Moammar Gadhafi's wife is calling on the United Nations to investigate the death of the fighter Moammar and Mutassim.

Gadhafi and his son Mutassim were killed in the battle of Sirte on Thursday after National Transitional Council (NTC) fighters pulled Gadhafi from his hiding spot inside a drain pipe. The official cause of death was ruled as a gunshot to the head, but the actual details of how and when he died are still mysterious.

The former dictator was killed somewhere in transport between Sirte and Misrata, and there have been a number of conflicting stories about what happened.

Gaddafi's wife Safia Farkash told Al Arrai television that she was proud of her husband's courage, according to Reuters. Moammar and Mutassim Gadhafi's bodies are currently in a meat refrigerator in Mistrata, awaiting a yet-to-be scheduled burial.

Both Amnesty International and the United Nations have already called on Libyan leaders to conduct a full investigation into Gadhafi's death.

More details are needed to ascertain whether he was killed in some form of fighting or was executed after his capture, said Rupert Colville, a spokesman for the U.N. High Commissioner for Human Rights.

The two cell phone videos that have emerged, one of him alive, and one of him dead, taken together are very disturbing.

You can't just chuck the law out of the window, he told The Associated Press. Killing someone outside a judicial procedure, even in countries where there is the death penalty, is outside the rule of law.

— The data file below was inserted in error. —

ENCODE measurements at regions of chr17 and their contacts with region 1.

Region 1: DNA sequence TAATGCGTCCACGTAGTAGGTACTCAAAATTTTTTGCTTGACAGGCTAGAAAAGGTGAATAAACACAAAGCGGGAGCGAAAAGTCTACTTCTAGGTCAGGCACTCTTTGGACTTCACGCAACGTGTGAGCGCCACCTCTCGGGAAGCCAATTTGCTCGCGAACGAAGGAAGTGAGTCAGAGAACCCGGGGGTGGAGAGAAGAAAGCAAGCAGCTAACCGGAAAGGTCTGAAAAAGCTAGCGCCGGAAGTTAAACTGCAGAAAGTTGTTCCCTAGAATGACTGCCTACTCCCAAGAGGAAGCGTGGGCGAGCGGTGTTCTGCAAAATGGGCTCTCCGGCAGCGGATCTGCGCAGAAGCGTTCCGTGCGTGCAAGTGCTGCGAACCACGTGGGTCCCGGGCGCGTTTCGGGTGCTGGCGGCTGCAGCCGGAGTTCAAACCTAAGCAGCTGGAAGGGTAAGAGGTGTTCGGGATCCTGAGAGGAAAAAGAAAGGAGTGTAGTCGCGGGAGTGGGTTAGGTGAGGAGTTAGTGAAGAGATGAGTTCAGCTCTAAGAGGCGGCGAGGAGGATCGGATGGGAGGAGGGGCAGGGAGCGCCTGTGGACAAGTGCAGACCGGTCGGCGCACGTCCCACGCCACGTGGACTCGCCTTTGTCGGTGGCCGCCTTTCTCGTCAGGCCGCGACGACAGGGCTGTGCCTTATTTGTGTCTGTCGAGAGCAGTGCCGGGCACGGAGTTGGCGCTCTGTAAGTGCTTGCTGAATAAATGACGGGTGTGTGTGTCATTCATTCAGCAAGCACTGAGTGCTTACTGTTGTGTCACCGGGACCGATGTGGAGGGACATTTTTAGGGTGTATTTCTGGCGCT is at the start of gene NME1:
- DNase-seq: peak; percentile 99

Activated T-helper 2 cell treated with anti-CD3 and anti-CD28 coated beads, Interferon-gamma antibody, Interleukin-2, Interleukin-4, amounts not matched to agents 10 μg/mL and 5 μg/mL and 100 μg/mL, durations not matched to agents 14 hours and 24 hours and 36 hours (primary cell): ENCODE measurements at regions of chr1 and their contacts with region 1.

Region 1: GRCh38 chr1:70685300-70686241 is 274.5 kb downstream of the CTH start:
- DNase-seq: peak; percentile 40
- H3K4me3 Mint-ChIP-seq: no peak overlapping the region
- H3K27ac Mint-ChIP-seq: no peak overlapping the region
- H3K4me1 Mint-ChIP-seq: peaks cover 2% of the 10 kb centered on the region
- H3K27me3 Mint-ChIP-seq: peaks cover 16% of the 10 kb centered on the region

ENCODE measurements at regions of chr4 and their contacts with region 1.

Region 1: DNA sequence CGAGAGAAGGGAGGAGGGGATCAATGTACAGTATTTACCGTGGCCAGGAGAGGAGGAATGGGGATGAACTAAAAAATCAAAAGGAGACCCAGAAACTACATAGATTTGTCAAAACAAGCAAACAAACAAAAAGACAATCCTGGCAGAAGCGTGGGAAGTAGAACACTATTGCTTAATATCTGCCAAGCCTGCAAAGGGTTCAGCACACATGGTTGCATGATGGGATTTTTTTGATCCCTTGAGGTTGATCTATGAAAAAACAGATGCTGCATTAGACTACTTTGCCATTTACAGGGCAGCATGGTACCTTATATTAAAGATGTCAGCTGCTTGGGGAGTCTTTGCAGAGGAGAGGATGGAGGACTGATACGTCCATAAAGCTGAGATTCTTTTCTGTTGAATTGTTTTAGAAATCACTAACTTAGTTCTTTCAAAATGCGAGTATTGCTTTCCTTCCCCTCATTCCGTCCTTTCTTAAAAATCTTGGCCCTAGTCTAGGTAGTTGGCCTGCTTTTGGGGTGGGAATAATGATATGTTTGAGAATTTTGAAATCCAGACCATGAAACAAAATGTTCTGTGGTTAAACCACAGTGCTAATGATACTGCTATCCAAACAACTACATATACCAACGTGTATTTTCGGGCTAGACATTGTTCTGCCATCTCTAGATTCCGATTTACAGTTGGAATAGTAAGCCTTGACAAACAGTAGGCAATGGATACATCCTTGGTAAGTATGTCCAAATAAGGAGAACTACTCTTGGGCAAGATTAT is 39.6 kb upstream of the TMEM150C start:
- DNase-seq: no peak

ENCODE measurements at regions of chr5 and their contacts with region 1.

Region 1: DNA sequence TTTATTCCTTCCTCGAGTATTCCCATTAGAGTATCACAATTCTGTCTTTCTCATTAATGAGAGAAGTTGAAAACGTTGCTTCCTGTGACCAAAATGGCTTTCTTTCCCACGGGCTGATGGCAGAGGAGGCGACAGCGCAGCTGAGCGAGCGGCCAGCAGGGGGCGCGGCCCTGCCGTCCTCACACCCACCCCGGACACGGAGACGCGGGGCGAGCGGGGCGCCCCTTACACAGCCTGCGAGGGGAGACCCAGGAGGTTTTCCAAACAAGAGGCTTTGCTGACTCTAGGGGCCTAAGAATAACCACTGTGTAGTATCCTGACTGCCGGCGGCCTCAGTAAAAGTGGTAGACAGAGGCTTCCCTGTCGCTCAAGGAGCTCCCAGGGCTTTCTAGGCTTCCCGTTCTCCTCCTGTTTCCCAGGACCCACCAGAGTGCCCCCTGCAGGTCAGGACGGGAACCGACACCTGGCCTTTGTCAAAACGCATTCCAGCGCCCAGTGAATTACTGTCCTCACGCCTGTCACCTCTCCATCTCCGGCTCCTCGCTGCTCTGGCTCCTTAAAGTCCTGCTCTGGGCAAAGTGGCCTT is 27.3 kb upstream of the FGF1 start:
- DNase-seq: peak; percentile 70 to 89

Libya's Interim Prime Minister Mustafa Abdul Jalil claimed that Gadhafi was killed when loyalist fighters fired machine guns at the NTC open-bed truck carrying Gadhafi to Misrata. According to Jalil, Gadhafi then died from wounds to the head, chest and legs. Yet the soldiers who capture Gadhafi have a different version of the story, and at least three separate fighters now claim that they personally killed the ousted dictator.

While most world leaders have praised the capture and death of Gadhafi, which has marked the end of the Libyan revolution and the beginning of the reconstruction process, Iranian President Mahmoud Ahmadinejad said he was happy for the Libyan people but criticized the violence in the country.

When asked in an interview with CNN's Fareed Zakaria about what Gadhafi's death means for Libya, Ahmadinejad side-stepped the question and used his answer to attack NATO.

The will of the people should work and prevail everywhere. We think it is the will of the people that should work and prevail everywhere -- justice, freedom and respect to people. This is the right of all nations. But, of course, we feel very sorry that people are being killed, everybody. I wish everybody would respect justice freedom and there was no need for any conflict or clash, Ahmadinejad. told CNN.

In the beginning, we recommended a dialogue between the two sides and all parties, but they did not pay attention to our recommendations. And, of course, NATO intervention was effective in exacerbating the conflict. We have not received any statistics about the losses from both sides and I think instead of intervention, NATO could help to promote a dialogue among all parties.